Western Clown Anemonefish, Amphiprion ocellaris Click to enlarge image
Western Clown Anemonefish at a depth of 7m, Fukui Bunaken Island, North Sulawesi, Indonesia, December 2009. Image: William Tan
© William Tan

Fast Facts

  • Classification
    Species
    ocellaris
    Genus
    Amphiprion
    Family
    Pomacentridae
    Order
    Perciformes
    Class
    Actinopterygii
    Subphylum
    Vertebrata
    Phylum
    Chordata
    Kingdom
    Animalia
  • Size Range
    The species grows to 8 cm in length.

Introduction

The Western Clown Anemonefish is orange with black markings on the fins. It has a white bar on the head, body and caudal peduncle. The middle bar usually has a rounded bulge anteriorly.



Identification

The Western Clown Anemonefish is orange with black markings on the fins. It has a white bar on the head, body and caudal peduncle. The middle bar usually has a rounded bulge anteriorly.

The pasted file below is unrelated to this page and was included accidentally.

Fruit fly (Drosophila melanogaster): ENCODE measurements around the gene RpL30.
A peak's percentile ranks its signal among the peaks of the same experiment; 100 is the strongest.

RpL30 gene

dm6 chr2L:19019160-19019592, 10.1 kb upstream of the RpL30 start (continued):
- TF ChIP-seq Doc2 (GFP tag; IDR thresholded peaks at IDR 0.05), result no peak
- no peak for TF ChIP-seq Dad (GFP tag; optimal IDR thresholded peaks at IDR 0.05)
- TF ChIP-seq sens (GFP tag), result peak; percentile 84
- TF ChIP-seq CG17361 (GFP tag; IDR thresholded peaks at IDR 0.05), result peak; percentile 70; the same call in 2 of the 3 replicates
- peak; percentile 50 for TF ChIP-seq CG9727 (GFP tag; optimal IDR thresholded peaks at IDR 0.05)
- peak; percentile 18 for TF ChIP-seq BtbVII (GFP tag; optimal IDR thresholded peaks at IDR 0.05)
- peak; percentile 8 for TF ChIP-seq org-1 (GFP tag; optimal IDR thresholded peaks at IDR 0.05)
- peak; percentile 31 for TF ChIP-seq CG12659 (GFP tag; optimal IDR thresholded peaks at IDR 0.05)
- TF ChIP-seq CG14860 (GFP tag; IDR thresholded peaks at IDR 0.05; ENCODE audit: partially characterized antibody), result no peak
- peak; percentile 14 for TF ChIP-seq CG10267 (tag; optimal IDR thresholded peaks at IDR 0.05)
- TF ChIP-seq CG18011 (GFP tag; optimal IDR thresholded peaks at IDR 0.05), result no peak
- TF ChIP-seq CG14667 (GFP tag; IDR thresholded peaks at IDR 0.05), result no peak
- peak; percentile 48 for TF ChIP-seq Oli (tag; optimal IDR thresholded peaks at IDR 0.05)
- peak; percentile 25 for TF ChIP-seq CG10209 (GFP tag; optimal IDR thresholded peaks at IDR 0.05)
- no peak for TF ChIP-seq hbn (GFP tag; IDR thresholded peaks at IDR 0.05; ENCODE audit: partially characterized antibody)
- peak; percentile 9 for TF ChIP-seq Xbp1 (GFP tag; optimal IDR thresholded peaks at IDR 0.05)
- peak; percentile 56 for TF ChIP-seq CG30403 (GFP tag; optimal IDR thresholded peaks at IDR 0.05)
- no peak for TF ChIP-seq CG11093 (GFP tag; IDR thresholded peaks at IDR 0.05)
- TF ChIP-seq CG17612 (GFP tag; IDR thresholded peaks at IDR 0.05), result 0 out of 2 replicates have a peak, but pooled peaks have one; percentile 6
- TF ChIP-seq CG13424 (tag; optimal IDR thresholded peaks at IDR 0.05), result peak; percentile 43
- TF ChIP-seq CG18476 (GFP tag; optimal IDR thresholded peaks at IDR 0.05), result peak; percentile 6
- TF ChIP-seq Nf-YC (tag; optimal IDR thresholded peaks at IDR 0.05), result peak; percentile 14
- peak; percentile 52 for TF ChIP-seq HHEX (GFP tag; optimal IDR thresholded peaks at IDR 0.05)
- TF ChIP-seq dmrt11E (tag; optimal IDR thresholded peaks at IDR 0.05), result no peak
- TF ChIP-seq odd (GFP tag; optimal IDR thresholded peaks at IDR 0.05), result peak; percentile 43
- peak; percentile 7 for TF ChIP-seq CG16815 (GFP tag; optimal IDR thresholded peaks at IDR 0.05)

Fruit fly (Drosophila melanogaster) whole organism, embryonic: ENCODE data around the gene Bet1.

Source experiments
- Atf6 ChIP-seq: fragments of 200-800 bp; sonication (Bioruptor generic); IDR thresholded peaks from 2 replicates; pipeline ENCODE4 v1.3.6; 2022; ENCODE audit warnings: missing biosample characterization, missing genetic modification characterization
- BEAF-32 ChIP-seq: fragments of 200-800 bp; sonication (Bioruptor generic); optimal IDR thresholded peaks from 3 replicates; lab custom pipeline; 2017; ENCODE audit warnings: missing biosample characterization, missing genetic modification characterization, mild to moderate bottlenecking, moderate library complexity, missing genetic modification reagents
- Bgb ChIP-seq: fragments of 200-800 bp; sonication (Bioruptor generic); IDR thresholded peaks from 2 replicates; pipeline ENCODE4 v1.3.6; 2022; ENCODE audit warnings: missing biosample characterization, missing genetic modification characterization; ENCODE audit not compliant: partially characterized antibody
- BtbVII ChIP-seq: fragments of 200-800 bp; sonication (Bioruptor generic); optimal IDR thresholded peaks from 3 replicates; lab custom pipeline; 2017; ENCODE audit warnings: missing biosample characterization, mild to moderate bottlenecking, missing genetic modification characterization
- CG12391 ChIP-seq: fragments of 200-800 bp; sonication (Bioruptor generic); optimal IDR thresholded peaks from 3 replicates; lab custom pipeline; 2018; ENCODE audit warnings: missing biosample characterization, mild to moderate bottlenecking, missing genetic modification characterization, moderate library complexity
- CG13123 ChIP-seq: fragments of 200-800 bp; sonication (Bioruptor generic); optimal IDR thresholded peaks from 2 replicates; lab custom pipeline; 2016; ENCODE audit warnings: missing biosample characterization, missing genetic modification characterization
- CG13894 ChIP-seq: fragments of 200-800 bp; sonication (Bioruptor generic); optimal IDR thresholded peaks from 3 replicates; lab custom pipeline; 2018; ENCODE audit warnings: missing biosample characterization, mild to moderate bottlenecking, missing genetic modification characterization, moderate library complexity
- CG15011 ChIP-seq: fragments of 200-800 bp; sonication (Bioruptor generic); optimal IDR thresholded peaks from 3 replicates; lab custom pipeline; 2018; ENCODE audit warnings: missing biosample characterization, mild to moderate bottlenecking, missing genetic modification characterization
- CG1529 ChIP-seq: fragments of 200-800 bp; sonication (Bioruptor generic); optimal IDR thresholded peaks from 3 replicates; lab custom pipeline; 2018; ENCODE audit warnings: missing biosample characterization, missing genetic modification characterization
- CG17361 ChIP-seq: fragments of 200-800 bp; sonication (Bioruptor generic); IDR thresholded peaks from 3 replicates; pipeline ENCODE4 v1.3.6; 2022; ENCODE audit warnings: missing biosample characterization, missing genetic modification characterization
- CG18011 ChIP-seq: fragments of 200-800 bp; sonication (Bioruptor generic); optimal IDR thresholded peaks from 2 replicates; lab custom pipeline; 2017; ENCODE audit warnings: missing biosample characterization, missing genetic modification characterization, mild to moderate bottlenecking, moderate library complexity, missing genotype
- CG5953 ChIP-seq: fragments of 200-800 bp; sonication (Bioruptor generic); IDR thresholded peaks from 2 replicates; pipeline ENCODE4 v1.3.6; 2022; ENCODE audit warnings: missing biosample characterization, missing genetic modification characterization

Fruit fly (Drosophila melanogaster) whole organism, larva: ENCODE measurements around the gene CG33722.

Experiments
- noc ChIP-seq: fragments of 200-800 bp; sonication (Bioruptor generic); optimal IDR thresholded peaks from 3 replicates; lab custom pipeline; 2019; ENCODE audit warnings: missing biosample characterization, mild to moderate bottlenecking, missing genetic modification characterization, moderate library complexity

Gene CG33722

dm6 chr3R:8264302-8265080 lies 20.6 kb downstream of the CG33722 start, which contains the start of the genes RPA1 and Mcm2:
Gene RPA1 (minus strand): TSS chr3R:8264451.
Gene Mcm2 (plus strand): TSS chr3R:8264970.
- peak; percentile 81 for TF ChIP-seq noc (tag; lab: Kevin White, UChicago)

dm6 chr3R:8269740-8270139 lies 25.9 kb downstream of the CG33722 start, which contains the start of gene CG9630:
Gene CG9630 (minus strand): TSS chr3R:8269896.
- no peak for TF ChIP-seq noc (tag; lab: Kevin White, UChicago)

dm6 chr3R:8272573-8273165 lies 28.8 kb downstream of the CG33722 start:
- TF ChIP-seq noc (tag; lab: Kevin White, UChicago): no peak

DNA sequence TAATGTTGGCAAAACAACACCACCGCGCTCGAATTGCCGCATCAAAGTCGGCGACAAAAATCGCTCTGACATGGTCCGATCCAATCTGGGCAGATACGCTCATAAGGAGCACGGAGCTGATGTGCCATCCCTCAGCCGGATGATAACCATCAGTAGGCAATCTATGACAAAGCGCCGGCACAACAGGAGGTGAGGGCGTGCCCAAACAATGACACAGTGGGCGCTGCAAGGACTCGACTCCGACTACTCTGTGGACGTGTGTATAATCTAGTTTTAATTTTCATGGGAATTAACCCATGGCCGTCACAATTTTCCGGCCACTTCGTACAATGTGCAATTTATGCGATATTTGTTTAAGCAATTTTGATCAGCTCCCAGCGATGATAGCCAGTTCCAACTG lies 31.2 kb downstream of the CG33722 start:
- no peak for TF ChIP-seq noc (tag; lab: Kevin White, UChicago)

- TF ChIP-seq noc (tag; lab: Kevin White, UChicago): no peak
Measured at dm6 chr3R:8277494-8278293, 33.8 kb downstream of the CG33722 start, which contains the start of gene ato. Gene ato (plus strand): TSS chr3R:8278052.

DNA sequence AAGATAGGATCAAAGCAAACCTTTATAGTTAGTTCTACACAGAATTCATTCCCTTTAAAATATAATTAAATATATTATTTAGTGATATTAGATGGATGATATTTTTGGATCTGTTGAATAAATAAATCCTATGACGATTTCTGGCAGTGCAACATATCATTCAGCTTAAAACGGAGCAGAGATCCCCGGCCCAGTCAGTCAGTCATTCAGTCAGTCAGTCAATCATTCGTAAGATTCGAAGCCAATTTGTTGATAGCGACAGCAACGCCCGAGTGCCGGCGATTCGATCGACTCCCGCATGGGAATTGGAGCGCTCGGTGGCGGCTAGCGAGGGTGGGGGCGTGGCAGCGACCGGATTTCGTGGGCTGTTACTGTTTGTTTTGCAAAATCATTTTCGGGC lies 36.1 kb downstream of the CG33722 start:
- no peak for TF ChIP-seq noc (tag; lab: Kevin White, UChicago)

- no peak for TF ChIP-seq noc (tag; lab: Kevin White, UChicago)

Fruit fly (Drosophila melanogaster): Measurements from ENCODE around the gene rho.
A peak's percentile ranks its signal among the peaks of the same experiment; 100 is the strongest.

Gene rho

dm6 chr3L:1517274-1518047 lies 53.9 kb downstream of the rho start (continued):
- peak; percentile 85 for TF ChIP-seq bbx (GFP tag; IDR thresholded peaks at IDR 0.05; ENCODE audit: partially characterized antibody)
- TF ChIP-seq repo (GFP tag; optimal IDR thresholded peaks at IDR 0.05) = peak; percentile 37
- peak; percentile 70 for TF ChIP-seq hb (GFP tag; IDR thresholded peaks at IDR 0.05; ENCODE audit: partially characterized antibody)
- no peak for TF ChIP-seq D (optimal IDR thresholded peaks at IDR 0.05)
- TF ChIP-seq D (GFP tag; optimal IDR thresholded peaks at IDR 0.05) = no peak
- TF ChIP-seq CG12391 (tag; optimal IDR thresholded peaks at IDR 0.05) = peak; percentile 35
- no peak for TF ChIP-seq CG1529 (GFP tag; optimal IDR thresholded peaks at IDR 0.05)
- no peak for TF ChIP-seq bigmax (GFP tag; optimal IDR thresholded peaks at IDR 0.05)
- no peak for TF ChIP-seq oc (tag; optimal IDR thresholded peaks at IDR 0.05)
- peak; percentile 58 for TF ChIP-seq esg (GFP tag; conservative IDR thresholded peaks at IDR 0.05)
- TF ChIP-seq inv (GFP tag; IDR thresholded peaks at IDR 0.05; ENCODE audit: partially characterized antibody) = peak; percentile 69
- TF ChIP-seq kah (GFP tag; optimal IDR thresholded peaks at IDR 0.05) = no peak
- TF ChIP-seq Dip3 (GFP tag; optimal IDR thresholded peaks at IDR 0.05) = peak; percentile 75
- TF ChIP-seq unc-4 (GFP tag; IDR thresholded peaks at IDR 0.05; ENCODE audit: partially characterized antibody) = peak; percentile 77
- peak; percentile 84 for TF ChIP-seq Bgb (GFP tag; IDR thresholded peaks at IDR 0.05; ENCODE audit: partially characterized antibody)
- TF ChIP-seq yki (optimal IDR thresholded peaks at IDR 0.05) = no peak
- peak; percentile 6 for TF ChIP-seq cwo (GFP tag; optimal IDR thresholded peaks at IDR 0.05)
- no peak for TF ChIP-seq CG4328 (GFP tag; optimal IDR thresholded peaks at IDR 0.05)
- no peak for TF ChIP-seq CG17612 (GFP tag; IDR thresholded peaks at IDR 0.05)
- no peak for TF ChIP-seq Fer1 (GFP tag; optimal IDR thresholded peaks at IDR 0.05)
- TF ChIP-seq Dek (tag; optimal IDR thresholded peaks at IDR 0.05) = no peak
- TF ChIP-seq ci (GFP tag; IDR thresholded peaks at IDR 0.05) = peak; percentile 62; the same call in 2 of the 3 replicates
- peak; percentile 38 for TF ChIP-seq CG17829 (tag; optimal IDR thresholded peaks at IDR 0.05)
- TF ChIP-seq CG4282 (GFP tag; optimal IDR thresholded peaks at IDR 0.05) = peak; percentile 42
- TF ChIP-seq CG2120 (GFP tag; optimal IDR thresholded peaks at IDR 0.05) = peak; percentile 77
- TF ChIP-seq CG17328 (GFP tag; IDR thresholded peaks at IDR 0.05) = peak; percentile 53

A black variety with white bars occurs around Darwin, Northern Territory, Australia.

The species is closely related to the Clown Anemonefish, Amphiprion percula. It has 11 dorsal spines (10 in A.percula), and 17 pectoral rays (16 in A.percula).


Western Clown Anemonefish, Amphiprion ocellaris

A Western Clown Anemonefish, Amphiprion ocellaris, at a depth of 14m, Redang Island, Malaysia, 17 April 2001.

Image: Erik Schlögl
© Erik Schlögl

Habitat

It typically inhabits coral reefs and is associated with the anemones Heteractis magnifica, Stichodactyla gigantea, S.mertensii and Stoichactis kenti.

The Western Clown Anemonefish is found in depths from 3 m to 15 m.

Distribution

The fish occurs in tropical marine waters of the Indo-Malaysian region, from the Ryukyu Islands, Japan, throughout South-east Asia and south to Australia.

In Australia it is known from the north-western coast of Western Australia and the Northern Territory.

The map below shows the Australian distribution of the species based on public sightings and specimens in Australian Museums. Click on the map for detailed information. Source: Atlas of Living Australia.



References

  1. Allen, G.R. 1991. Damselfishes of the World. Mergus. Pp. 271.
  2. Allen, G.R. 1997. Marine Fishes of Tropical Australia and South-east Asia. Western Australian Museum. Pp. 220.
  3. Myers, R.F. 1999. Micronesian Reef Fishes. Coral Graphics. Pp. 330.